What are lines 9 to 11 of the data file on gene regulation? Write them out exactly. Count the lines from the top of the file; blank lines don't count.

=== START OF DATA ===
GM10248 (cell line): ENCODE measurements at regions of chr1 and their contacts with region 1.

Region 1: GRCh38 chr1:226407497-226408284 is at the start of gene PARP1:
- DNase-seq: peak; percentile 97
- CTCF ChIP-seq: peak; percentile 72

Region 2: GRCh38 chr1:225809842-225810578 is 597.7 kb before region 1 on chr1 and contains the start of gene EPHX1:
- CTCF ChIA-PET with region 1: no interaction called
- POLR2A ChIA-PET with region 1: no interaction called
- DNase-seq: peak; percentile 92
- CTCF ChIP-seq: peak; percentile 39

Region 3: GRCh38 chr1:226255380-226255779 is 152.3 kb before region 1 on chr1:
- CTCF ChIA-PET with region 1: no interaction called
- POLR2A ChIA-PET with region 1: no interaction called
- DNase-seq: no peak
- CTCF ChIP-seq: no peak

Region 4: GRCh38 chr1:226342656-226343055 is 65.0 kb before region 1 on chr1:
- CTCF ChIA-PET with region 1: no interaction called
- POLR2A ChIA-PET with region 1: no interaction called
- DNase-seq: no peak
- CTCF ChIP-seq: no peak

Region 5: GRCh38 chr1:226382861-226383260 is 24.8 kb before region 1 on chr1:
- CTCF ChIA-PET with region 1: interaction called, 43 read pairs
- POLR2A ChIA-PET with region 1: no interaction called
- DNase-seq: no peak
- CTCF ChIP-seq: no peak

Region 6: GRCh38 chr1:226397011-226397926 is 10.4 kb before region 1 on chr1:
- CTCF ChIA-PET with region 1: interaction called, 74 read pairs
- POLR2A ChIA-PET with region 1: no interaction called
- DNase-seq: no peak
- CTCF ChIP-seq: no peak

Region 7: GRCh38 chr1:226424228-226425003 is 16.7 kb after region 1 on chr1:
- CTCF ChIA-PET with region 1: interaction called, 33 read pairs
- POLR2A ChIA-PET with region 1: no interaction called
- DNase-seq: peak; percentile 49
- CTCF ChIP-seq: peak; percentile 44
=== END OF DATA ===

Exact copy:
- CTCF ChIP-seq: peak; percentile 39

Region 3: GRCh38 chr1:226255380-226255779 is 152.3 kb before region 1 on chr1:
- CTCF ChIA-PET with region 1: no interaction called